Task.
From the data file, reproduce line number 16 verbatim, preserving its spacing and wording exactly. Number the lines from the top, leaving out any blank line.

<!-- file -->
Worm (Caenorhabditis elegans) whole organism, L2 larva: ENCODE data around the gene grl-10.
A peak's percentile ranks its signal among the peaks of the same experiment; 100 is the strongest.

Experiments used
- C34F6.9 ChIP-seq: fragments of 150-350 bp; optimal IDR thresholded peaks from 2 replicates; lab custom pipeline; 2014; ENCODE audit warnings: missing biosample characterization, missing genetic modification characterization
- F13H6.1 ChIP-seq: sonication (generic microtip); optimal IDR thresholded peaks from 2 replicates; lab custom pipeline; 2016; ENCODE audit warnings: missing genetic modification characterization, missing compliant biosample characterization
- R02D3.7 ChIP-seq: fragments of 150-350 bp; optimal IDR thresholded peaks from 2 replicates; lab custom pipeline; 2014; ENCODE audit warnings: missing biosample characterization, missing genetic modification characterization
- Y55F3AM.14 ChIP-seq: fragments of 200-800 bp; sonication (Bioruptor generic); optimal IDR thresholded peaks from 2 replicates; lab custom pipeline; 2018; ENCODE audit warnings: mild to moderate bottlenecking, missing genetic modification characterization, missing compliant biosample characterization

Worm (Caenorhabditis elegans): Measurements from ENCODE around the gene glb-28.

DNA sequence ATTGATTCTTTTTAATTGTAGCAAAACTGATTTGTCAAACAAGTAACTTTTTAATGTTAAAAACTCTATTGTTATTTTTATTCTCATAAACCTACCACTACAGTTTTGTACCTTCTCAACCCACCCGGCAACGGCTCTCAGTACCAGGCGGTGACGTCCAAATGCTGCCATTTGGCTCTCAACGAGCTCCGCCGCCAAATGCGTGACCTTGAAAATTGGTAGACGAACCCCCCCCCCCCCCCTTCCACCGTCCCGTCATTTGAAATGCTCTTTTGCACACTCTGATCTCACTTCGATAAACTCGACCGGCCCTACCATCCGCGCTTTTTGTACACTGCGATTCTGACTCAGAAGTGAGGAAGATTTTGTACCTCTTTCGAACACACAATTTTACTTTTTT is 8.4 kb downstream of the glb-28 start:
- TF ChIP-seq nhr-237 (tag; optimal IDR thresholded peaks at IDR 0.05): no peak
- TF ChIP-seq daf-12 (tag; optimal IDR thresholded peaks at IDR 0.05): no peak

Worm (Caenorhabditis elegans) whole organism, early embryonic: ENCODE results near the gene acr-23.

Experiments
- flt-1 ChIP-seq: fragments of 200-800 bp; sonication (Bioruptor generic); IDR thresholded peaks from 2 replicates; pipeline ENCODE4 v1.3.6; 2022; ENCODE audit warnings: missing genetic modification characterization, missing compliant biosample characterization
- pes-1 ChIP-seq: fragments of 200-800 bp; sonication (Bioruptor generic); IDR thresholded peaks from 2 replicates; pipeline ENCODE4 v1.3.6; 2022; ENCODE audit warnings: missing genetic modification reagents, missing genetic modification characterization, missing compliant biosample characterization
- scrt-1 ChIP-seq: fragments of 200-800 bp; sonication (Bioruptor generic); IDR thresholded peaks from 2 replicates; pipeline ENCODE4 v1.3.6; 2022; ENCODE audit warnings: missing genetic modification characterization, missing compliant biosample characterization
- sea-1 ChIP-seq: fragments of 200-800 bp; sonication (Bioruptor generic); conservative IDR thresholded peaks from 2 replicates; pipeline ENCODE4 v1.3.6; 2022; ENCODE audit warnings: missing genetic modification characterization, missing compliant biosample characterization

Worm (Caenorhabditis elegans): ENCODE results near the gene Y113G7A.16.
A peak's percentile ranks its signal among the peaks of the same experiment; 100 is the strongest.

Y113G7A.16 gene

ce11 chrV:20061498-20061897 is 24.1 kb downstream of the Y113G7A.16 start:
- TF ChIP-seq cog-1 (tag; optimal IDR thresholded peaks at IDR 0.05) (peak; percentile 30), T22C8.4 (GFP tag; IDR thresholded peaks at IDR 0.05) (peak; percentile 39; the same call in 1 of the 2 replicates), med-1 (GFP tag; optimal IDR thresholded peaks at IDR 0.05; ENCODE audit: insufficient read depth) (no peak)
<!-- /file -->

- scrt-1 ChIP-seq: fragments of 200-800 bp; sonication (Bioruptor generic); IDR thresholded peaks from 2 replicates; pipeline ENCODE4 v1.3.6; 2022; ENCODE audit warnings: missing genetic modification characterization, missing compliant biosample characterization